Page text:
When compassion and care overflows into acts of love, we enjoy an inward satisfaction that cannot be compared:
The one who despises his neighbor sins, but whoever shows kindness to the poor will be happy. (Proverbs 14:21)
The exercise of mercy is a source of satisfaction to God Himself, who
He does not retain His anger forever, Because He delights in mercy. (Micah 7:18b, NKJV)
Taking all this into consideration, mercy begets mercy. It is good for you and for me and for all of us!
If you want mercy, therefore, overflow with mercy in response to the mercy you have been shown by our loving and gracious and merciful Creator.
Look Forward to Mercy’s Fulfilment
Both in the time of Jesus, as it is now, mercy is in short supply. Just when you think someone is showing mercy, you then discover their machinations to enhance and enrich themselves in the process.
It is enough to drive one to despair!
Yet, in the Second Letter to Timothy, the writer acknowledged the present experience of mercy leads to its final and complete fulfilment when he wrote,
May the Lord grant mercy to the household of Onesiphorus … May the Lord grant that he obtain mercy from him on that day. (2 Timothy 1:16–18a)
At the conclusion of the Letter to Jude, the saints are also exhorted to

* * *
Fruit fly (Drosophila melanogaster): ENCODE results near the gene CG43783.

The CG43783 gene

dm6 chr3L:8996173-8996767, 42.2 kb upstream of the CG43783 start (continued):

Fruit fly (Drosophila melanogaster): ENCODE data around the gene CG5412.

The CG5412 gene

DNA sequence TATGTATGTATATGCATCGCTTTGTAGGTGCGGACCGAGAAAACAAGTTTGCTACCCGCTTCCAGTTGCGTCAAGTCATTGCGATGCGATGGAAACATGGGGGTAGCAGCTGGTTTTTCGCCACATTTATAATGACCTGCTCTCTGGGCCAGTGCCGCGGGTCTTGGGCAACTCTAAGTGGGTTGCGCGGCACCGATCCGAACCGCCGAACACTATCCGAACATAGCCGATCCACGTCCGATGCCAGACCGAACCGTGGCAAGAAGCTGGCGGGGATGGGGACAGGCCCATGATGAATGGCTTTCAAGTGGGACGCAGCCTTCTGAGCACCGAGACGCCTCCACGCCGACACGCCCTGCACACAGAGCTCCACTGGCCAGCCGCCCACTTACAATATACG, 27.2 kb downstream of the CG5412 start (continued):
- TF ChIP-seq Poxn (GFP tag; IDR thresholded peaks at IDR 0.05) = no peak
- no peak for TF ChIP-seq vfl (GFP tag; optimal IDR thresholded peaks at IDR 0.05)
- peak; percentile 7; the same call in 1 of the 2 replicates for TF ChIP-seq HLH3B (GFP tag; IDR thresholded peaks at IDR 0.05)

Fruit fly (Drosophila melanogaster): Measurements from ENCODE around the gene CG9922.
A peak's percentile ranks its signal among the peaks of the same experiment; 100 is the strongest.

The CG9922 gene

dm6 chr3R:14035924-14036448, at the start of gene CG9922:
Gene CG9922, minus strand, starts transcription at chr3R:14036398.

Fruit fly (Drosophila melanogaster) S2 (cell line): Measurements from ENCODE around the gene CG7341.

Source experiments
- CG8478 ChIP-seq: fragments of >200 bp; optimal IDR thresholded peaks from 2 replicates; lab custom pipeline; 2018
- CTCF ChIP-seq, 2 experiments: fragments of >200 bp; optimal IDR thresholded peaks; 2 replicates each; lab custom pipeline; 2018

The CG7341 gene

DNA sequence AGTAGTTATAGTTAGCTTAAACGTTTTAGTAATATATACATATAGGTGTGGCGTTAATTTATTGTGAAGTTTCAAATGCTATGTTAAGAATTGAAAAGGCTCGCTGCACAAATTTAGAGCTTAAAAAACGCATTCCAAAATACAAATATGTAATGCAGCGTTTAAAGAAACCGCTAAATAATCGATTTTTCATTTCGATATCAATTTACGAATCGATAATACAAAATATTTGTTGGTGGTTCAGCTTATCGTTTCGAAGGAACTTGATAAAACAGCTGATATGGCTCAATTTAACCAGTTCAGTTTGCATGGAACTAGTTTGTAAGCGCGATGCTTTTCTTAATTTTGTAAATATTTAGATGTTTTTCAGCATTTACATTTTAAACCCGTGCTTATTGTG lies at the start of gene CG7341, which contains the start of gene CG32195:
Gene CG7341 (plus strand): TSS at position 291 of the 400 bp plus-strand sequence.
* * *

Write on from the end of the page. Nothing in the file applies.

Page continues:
keep yourselves in the love of God, waiting expectantly for the mercy of our Lord Jesus Christ for eternal life. (Jude 21)
These and other verses remind us the mercy we have received now, which reconciles us to our Creator and leads us to show mercy to others, is a foretaste and acknowledgement of the people of God ultimately redeemed as Christ Jesus comes in glory.
We have been shown mercy and so therefore show mercy because we anticipate the love and acceptance we will receive, despite how undeserving we are.
The Merciful Stand Out
Until that Great Day, when the Lord returns to renew Heaven and Earth, blessed are the merciful! If you have felt empty, grieved over sin, rejected your self-centredness and yearned to be made right with our God, then you know you have been shown mercy. So be merciful!
Until that Great Day, the mercy of the friends of Jesus will have us shining like stars, like salt, light and a city on a hill, witnesses to the good news there is a better way to live. We no longer have to succumb to our fallenness and sin, but are free to be merciful, for we have been shown mercy.
Let us pray with the final prayer of Thomas Cranmer: